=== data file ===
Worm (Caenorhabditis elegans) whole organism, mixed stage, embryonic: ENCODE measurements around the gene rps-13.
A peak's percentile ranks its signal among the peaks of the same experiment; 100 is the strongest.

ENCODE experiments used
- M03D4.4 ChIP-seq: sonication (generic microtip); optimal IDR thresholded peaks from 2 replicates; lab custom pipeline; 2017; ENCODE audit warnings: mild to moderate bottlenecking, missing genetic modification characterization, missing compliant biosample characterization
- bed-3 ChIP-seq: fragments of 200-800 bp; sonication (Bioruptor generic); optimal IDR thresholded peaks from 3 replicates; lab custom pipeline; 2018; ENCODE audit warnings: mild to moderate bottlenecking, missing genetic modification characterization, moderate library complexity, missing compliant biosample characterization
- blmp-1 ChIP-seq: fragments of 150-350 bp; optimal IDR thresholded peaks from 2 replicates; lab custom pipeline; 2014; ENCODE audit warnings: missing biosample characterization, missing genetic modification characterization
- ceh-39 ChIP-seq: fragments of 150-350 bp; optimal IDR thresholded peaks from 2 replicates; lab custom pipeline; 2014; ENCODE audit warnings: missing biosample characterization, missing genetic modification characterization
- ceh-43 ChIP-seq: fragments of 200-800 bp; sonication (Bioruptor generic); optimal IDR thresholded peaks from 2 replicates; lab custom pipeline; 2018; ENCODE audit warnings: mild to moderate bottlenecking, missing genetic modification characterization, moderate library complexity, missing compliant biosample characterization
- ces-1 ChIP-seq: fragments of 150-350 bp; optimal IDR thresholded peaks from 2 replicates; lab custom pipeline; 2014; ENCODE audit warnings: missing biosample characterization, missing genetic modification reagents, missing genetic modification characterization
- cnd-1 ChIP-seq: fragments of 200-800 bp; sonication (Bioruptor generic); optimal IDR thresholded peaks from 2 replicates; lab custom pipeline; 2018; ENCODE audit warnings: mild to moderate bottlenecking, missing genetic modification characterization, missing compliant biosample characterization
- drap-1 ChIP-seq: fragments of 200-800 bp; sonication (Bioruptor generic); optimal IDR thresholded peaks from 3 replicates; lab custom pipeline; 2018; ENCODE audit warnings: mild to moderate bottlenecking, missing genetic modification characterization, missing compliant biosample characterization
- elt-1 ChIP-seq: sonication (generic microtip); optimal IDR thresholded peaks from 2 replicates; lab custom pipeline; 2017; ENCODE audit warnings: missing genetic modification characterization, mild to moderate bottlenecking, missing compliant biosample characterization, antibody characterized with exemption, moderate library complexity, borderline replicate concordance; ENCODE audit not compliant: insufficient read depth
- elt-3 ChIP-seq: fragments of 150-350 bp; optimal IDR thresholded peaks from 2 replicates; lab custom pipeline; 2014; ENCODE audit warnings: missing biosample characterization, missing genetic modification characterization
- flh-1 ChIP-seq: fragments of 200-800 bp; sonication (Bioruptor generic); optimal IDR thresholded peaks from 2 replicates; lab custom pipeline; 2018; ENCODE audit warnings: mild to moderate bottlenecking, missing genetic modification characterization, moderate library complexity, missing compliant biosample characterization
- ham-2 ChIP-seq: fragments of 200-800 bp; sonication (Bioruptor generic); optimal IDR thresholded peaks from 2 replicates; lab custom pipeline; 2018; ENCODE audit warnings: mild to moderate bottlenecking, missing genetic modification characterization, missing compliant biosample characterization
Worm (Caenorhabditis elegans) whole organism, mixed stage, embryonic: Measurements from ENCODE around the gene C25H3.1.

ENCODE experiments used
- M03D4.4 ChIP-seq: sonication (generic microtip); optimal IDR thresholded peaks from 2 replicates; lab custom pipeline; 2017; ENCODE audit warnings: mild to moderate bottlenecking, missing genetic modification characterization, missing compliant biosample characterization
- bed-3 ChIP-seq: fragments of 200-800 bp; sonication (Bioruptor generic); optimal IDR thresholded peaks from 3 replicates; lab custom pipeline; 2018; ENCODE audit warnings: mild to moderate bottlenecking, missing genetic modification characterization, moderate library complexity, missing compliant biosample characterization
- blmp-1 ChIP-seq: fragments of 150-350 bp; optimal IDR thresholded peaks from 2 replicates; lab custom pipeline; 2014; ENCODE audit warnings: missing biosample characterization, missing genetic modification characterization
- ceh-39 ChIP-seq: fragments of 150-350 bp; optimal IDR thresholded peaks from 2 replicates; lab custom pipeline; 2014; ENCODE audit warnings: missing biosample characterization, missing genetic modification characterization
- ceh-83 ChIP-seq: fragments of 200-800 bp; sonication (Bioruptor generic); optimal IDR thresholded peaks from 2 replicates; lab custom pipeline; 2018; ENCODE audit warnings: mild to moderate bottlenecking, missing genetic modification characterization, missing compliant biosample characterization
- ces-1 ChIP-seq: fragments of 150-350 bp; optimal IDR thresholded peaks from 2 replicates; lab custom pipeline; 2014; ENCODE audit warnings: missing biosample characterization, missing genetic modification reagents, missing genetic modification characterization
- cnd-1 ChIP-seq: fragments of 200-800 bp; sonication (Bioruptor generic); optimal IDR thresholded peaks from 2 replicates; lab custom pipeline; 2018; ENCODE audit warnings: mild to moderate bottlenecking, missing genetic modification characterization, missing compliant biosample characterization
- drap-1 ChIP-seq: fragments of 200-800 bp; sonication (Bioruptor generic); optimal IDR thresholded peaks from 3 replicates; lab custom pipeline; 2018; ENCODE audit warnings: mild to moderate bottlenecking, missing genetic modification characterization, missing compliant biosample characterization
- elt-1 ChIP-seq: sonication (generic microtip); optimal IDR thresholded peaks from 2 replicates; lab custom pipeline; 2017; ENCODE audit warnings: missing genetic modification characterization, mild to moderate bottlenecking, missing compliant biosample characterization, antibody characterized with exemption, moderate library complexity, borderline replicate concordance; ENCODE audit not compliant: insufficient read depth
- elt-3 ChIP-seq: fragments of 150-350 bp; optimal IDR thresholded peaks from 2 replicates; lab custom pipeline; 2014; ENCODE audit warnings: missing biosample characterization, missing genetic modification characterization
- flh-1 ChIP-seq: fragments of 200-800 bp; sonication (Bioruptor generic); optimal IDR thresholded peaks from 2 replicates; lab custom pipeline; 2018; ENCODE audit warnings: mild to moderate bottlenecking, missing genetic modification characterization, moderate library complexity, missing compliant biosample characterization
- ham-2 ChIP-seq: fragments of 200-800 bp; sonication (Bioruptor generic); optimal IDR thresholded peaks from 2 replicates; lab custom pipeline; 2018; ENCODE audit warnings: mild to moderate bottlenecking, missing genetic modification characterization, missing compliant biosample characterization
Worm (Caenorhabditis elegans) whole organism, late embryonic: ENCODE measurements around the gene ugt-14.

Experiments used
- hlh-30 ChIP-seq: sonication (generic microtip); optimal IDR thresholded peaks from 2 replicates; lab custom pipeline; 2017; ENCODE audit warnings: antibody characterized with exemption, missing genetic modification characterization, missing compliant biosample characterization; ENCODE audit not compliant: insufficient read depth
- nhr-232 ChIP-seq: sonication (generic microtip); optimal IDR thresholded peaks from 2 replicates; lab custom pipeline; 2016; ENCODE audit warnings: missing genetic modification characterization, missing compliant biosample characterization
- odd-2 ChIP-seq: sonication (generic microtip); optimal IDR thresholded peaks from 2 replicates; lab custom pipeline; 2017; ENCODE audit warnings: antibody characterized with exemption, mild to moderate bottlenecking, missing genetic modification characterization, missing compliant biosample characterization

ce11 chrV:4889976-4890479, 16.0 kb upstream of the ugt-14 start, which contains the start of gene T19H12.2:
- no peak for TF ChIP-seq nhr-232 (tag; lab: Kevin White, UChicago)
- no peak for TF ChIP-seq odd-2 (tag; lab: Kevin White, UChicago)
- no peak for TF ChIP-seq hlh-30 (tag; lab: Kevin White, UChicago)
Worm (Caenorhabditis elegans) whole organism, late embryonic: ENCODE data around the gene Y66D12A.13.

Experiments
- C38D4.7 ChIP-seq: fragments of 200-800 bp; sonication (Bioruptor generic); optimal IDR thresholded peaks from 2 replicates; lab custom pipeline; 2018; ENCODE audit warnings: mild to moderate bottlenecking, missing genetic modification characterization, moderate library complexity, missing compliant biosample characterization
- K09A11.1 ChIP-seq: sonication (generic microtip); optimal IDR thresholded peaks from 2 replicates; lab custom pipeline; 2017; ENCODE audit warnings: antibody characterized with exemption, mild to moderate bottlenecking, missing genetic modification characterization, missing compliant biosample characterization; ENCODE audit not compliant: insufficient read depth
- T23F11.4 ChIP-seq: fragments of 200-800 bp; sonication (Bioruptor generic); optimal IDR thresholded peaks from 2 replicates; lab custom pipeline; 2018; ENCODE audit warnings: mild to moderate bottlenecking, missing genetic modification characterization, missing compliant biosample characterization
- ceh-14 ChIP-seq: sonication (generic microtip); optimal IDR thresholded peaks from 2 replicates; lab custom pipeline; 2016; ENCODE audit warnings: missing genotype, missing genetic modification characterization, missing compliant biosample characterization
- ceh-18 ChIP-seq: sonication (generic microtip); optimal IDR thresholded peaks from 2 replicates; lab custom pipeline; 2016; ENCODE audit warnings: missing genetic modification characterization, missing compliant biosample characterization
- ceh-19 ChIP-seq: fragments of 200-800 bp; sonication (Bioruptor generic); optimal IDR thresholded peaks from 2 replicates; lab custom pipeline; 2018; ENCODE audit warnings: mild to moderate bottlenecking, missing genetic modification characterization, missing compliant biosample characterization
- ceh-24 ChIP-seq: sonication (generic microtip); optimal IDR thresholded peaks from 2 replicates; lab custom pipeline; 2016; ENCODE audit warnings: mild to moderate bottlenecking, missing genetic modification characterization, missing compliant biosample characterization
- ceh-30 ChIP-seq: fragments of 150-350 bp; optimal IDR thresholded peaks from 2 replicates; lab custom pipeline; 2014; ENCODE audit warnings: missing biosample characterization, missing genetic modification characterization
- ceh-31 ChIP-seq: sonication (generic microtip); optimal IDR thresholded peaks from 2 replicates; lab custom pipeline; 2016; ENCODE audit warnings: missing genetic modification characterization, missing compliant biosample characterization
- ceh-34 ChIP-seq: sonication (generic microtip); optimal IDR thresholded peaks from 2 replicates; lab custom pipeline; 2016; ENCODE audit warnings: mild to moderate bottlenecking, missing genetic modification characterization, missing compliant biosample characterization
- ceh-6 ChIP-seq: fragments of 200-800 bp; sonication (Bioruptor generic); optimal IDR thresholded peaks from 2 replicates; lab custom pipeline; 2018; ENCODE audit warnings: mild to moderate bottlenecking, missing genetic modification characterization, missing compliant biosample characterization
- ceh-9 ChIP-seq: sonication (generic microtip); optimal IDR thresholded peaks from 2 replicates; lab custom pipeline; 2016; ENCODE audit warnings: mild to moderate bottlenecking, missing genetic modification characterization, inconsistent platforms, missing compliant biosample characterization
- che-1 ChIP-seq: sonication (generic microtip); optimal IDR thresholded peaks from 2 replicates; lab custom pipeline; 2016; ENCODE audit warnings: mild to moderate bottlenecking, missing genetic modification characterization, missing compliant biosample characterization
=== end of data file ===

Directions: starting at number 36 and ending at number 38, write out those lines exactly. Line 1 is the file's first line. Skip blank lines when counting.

- no peak for TF ChIP-seq nhr-232 (tag; lab: Kevin White, UChicago)
- no peak for TF ChIP-seq odd-2 (tag; lab: Kevin White, UChicago)
- no peak for TF ChIP-seq hlh-30 (tag; lab: Kevin White, UChicago)